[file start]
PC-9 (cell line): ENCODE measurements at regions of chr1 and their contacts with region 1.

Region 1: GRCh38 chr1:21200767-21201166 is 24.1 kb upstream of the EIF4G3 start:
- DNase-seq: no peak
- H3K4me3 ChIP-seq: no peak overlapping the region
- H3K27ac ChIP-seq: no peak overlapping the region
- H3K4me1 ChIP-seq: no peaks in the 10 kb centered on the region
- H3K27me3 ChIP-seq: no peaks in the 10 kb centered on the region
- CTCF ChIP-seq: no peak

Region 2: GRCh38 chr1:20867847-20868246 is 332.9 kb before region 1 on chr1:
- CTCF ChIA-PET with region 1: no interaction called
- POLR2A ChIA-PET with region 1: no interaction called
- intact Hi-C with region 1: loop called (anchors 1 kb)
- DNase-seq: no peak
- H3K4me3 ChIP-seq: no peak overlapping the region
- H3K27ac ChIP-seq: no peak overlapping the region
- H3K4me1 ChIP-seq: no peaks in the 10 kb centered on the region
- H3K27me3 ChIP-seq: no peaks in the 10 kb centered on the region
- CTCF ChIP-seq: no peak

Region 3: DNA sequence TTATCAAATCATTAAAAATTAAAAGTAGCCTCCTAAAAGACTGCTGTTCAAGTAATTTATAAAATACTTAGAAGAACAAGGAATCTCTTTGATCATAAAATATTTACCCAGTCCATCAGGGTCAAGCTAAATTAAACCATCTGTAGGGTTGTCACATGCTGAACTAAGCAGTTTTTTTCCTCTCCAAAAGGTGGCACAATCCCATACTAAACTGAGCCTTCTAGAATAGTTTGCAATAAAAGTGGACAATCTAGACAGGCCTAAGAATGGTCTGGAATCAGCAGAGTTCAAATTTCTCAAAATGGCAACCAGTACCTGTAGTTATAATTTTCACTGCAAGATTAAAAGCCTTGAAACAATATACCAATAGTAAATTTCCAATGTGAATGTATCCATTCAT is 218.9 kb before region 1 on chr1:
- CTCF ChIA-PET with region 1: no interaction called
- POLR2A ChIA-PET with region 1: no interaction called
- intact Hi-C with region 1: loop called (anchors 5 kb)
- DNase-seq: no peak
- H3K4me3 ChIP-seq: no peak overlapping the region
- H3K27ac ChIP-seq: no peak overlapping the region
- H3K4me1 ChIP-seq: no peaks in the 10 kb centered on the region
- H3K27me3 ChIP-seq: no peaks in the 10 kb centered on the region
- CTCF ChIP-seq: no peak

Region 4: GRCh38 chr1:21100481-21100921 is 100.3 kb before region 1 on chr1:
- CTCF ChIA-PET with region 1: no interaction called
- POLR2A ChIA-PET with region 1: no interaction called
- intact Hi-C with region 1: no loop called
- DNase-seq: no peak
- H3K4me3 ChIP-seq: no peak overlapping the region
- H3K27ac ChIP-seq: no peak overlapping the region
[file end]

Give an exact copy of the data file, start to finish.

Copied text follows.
PC-9 (cell line): ENCODE measurements at regions of chr1 and their contacts with region 1.

Region 1: GRCh38 chr1:21200767-21201166 is 24.1 kb upstream of the EIF4G3 start:
- DNase-seq: no peak
- H3K4me3 ChIP-seq: no peak overlapping the region
- H3K27ac ChIP-seq: no peak overlapping the region
- H3K4me1 ChIP-seq: no peaks in the 10 kb centered on the region
- H3K27me3 ChIP-seq: no peaks in the 10 kb centered on the region
- CTCF ChIP-seq: no peak

Region 2: GRCh38 chr1:20867847-20868246 is 332.9 kb before region 1 on chr1:
- CTCF ChIA-PET with region 1: no interaction called
- POLR2A ChIA-PET with region 1: no interaction called
- intact Hi-C with region 1: loop called (anchors 1 kb)
- DNase-seq: no peak
- H3K4me3 ChIP-seq: no peak overlapping the region
- H3K27ac ChIP-seq: no peak overlapping the region
- H3K4me1 ChIP-seq: no peaks in the 10 kb centered on the region
- H3K27me3 ChIP-seq: no peaks in the 10 kb centered on the region
- CTCF ChIP-seq: no peak

Region 3: DNA sequence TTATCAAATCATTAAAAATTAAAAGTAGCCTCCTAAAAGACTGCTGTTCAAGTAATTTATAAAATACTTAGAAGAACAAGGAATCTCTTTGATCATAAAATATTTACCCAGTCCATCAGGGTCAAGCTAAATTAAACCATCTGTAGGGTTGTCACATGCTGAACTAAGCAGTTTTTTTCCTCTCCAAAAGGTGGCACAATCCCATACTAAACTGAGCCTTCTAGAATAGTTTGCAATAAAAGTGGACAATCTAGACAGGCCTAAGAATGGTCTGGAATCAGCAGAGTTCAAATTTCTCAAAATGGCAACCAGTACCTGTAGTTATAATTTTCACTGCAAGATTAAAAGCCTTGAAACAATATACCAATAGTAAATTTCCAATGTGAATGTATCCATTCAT is 218.9 kb before region 1 on chr1:
- CTCF ChIA-PET with region 1: no interaction called
- POLR2A ChIA-PET with region 1: no interaction called
- intact Hi-C with region 1: loop called (anchors 5 kb)
- DNase-seq: no peak
- H3K4me3 ChIP-seq: no peak overlapping the region
- H3K27ac ChIP-seq: no peak overlapping the region
- H3K4me1 ChIP-seq: no peaks in the 10 kb centered on the region
- H3K27me3 ChIP-seq: no peaks in the 10 kb centered on the region
- CTCF ChIP-seq: no peak

Region 4: GRCh38 chr1:21100481-21100921 is 100.3 kb before region 1 on chr1:
- CTCF ChIA-PET with region 1: no interaction called
- POLR2A ChIA-PET with region 1: no interaction called
- intact Hi-C with region 1: no loop called
- DNase-seq: no peak
- H3K4me3 ChIP-seq: no peak overlapping the region
- H3K27ac ChIP-seq: no peak overlapping the region